Reading between the lines

Local authorities have a statutory duty to “provide a comprehensive and efficient library service for all persons desiring to make use thereof” [1], generally free of charge [2].  Budget cuts have made this duty increasingly difficult to fulfil, and so local authorities are increasingly using innovative methods of delivering library services, including transferring libraries to community ownership.

The Department for Culture, Media and Sport (DCMS) is responsible for ensuring local authorities properly discharge their library functions [3] and where it finds an authority has failed to carry out its duty, the DCMS can take over that authority’s library provision for a time [4].  This would only happen in an extreme case, although the DCMS has in recent years met with council officers from authorities that were considering library closures, such as Gloucestershire and Brent.

Envisioning the library of the future

The DCMS has appointed the Arts Council to support and develop the libraries sector, although the Arts Council does not provide or fund libraries: it is still the responsibility of local authorities to do this.  Last year the Arts Council undertook a major research project, Envisioning the library of the future, which showed there was still a compelling and continuing need for a publicly-funded library service.

The research also showed that public libraries face many challenges over the next few years, many of which are obvious, such as: advances in technology (fewer people read hard-copy books); reduced public expenditure; more involvement of citizens in the design and delivery of public services; and the needs of an ageing population.

Following the research, the Arts Council has set out four priority areas for development of library services:

  • place the library at the hub of the community – think about how the library’s physical space is used
  • make the most of digital technology and creative media – there should be an open ICT infrastructure to encourage innovation and accessibility
  • ensure that libraries are resilient and sustainable – more community involvement in the design and delivery of library services (see Community Libraries below for more detail)
  • deliver the right skills for those who work in libraries – supporting people in using digital resources competently and confidently will become increasingly important.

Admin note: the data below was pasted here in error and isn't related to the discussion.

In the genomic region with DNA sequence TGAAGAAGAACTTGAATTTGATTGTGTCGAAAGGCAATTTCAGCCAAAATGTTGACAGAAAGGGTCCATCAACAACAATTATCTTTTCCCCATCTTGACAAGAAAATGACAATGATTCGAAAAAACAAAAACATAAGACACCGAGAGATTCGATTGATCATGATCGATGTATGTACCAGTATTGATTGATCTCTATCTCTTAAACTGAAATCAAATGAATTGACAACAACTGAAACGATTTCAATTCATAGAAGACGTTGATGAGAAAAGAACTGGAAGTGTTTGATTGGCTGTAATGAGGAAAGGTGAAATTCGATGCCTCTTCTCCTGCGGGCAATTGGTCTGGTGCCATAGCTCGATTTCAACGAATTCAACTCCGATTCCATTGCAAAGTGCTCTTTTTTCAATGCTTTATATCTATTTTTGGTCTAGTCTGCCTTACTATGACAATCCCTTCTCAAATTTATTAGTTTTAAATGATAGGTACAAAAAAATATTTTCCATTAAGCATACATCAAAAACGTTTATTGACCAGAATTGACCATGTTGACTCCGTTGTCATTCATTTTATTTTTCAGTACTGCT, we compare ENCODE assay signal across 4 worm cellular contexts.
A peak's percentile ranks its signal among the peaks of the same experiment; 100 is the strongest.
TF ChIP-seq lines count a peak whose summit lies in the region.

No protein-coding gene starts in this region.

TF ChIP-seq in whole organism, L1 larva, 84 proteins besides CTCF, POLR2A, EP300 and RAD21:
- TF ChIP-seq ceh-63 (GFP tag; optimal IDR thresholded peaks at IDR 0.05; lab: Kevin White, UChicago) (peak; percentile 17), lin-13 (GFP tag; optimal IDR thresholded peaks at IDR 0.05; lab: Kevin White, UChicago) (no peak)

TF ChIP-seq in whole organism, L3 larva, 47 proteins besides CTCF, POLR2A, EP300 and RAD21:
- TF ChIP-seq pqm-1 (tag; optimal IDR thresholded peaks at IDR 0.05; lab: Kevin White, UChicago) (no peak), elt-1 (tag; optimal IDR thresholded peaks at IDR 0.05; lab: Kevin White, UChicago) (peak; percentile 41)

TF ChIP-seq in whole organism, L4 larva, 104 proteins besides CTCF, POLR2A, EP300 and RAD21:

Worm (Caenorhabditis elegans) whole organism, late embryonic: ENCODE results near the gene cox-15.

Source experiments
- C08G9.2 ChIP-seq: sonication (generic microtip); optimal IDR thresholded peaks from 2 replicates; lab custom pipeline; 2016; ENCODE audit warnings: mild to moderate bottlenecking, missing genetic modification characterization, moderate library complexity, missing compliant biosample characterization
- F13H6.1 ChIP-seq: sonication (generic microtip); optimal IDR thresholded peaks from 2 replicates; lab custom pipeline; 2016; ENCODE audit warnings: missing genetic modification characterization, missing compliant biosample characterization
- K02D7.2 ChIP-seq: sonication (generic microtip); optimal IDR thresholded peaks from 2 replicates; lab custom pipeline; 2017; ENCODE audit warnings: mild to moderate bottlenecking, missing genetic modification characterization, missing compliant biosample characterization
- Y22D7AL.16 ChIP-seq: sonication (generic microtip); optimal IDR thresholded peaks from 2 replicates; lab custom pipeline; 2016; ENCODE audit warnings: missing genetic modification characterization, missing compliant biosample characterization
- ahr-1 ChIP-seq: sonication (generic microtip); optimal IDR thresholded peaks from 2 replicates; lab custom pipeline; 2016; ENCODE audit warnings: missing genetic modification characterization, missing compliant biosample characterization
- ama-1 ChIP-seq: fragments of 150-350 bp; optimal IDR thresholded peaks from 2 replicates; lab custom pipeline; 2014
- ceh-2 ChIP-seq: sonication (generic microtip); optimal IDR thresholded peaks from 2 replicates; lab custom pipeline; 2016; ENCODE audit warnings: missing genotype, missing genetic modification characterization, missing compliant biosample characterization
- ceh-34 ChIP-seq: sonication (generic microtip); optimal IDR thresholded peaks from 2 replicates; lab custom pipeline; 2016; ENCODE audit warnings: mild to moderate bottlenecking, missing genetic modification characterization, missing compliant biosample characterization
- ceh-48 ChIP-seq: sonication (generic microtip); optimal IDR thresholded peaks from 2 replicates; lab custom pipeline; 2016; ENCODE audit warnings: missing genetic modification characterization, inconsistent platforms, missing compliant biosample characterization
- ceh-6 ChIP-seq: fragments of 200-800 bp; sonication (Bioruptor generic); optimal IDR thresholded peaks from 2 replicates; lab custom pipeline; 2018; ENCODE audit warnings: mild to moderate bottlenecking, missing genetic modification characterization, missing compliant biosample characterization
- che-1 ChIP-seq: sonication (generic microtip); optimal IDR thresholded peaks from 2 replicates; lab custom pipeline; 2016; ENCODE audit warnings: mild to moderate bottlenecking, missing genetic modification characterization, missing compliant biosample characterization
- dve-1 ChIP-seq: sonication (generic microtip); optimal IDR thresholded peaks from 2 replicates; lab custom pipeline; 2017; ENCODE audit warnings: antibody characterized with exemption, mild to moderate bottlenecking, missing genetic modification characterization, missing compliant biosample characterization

Community Libraries

A key part of all this is the development of community libraries.  In January 2013, the Arts Council published research carried out for it and for the Local Government Association by Locality, on community libraries.  It aims to assist decision-makers in local authorities as they consider how best to design and manage their own library services.  It is clear that there is no ‘one size fits all’ approach, even within the same local authority area.  However, the vast majority of community libraries retain links with their local authority library service.

The research breaks down the different approaches to involving communities in libraries into the following models:

  • independent community library (no public sector involvement) – around five per cent. of all community libraries.  These can be:
    • asset-owning (owns its own premises, sometimes after asset transfer from local authority)
    • non-asset owning (no long term lease or freehold on its premises
  • co-produced library (partnership models with both public sector and community involvement).  These can be:
    • community managed (community-led and largely community delivered, rarely with paid staff but often with some form of ongoing council support and often still part of the public library network) – 40 per cent. of all community libraries
    • community supported (council-led and funded, usually with paid professional staff, but given significant support by volunteers) – 40 per cent. of all community libraries
    • commissioned community (commissioned and fully funded by the council, but delivered by a not-for-profit community, social enterprise or mutual organisation, either existing or newly-created) – 15 per cent. of all community libraries.

Strategic questions:

  • Local authorities considering involving the community in running library services need to be mindful of their duty under the Equality Act 2010 to have due regard to equalities in the way the service is delivered
  • Distinguish between the library service and the building from which it operates: can there be a community asset transfer or could the building be registered as an asset of community value if it has valuable heritage?  Or could the library services be carried out from a different building?
  • Be aware of community rights: the Community Right to Challenge enables local communities to express an interest in taking over the running of a library service, but this will then open it up to a formal procurement process.  The Assets of Community Value allow local communities to nominate a library as an asset of community value, which gives them a six-month moratorium to raise a bid if the library is put up for sale, but does not guarantee that the library service would continue if they bought the building
  • Remember your statutory powers under the 1964 Act.  Section 19 allows local authorities to make byelaws in connection with use of library facilities; and section 20 allows library premises to be used “for the holding of meetings or exhibitions, the showing of films and slides, the giving of musical performances, and the holding of other events of an educational or cultural nature” and can charge admission to these.  So make the most of your library space.


[1] Section 7 of the Public Libraries and Museums Act 1964
[2] Section 8 of the 1964 Act
[3] Section 1 of the 1964 Act
[4] Section 10 of the 1964 Act